Title: The Penny Pinchers Club
Author: Sarah Strohmeyer
Release Date: July 2, 2009
Publisher: Dutton Adult
Genre: Women’s Fiction
Rating: 4.5 out of 5
From the publisher’s website:
Bestselling author Sarah Strohmeyer offers up a timely (and recession-proof) treat about the things money can—and can’t—buy. Living in New Jersey—the state that boasts the most malls per capita—Kat’s favorite recreational activity is a no-brainer: shopping. But when she discovers that her husband, Griff, has been hiding a secret bank account, her joyful consumerism suddenly loses its appeal. Are their fights about money more serious than she understood? Is he, as her friends suggest, preparing for a divorce? Just in case, Kat decides it’s time to start saving.
Drastic times call for drastic measures: Kat starts by canceling cable and kicking her $240-a-month Starbucks habit. But what starts out as a simple effort to cut costs becomes an over-the-top obsession when Kat joins an eclectic but lovable group of savers called the Penny Pinchers Club. Soon she is pumping her gas at dawn (when it is thicker) and serving dinner made from food she retrieved at the grocery store dumpster. Kat is saving money, to be sure, but what she’s really saving is time—time she spends with Griff, their two kids . . . and an old flame who resurfaces at precisely the wrong moment, offering Kat a life where money is no object.
I was a huge fan of Sarah Strohmeyer’s last novel Sweet Love [review], so when I heard she had a new book coming out, I knew immediately I wanted to read it. Happily, The Penny Pinchers Club didn’t disappoint; it was amusing and utterly engrossing.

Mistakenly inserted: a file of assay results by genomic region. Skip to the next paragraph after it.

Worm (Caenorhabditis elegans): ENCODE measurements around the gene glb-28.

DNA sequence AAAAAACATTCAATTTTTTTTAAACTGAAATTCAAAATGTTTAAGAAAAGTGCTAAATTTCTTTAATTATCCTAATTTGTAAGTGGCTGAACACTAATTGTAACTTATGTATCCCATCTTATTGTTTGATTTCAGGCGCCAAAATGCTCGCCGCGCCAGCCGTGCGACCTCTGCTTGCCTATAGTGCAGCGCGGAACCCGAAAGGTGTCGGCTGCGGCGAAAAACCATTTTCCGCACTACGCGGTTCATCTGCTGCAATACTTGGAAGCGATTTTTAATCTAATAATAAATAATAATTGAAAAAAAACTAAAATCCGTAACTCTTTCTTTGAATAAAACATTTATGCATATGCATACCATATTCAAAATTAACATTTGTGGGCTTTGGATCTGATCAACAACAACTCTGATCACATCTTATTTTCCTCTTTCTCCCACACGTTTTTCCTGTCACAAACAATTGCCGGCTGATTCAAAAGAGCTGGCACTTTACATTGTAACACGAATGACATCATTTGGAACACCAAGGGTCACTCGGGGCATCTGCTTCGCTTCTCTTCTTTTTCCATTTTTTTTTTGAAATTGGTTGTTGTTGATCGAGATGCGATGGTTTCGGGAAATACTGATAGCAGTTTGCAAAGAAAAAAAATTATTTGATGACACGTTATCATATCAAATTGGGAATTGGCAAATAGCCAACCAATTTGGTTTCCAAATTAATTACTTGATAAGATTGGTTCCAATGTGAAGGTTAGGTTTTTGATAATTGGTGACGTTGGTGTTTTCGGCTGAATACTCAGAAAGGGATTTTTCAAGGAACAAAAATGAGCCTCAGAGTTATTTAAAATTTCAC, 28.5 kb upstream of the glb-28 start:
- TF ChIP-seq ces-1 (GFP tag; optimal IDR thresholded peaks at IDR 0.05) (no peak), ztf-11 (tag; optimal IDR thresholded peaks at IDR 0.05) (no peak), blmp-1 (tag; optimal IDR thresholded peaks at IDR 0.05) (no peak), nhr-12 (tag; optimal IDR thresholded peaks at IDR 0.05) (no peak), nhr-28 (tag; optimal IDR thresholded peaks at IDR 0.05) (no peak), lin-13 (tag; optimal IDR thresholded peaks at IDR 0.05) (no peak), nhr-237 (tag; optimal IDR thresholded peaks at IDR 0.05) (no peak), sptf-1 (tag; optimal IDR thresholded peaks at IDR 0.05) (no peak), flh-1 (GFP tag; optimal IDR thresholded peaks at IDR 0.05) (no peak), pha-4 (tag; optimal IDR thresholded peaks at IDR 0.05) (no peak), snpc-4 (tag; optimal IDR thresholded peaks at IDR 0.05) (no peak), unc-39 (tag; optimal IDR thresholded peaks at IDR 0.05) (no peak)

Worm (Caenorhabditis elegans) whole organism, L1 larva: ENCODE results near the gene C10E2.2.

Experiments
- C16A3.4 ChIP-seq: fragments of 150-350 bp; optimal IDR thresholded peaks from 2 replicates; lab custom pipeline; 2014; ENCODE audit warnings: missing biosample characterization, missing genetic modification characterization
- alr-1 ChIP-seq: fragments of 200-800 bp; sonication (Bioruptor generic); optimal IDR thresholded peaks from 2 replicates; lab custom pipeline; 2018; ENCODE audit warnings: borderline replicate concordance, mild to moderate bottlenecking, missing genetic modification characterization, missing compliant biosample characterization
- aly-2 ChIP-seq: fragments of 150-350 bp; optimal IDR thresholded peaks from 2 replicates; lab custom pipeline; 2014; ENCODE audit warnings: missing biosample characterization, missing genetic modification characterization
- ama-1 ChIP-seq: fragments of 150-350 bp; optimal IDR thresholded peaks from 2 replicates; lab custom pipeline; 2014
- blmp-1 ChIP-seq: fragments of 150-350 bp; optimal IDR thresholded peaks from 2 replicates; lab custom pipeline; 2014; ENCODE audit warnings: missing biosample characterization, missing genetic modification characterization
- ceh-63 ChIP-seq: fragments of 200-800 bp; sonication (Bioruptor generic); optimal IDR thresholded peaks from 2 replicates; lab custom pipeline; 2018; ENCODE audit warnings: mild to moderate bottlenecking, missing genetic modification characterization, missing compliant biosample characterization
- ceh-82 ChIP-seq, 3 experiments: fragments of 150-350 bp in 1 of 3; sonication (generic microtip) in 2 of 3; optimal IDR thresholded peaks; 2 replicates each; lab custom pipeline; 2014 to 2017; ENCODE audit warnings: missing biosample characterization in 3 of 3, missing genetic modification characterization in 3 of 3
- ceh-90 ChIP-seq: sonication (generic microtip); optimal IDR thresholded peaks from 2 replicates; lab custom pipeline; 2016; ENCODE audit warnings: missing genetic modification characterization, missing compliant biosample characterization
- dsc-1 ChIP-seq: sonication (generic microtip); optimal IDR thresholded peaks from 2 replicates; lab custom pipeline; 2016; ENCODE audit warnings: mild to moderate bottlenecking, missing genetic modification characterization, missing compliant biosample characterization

I absolutely loved the character of Kat, which really surprised me. I’m relatively careful with money (though I enjoy the occasional splurge), so I thought that I would find Kat’s spending habits very annoying. However, I was surprised to find that while it was difficult to watch her spending money that she didn’t have, I didn’t dislike her for it. It was just a part of her personality. Strohmeyer deserves real credit for crafting a vibrant character who is sympathetic and easy to care about.
I also loved the discussion about what money (or a lack thereof) can do to a marriage. The information within The Penny Pinchers Club that money, not infidelity, is the top reason for divorce was very surprising to me. With one person constantly scrimping and saving and the other overspending to the limit, it’s difficult to imagine the kind of strain that would put on a marriage.
Though I couldn’t imagine myself bargain hunting like the Penny Pinchers, I found their antics hilarious. All the characters within the club were endearing in their own way. I’m really glad that Strohmeyer decided to include their personal stories as a secondary storyline. It served as a welcome distraction from what was going on in Kat’s life.
I thoroughly enjoyed The Penny Pinchers Club, from the wonderful characters to the great storyline that Sarah Strohmeyer created. This really is women’s fiction at its best; I highly recommend it!
Thank you to the publisher for sending me this book to review!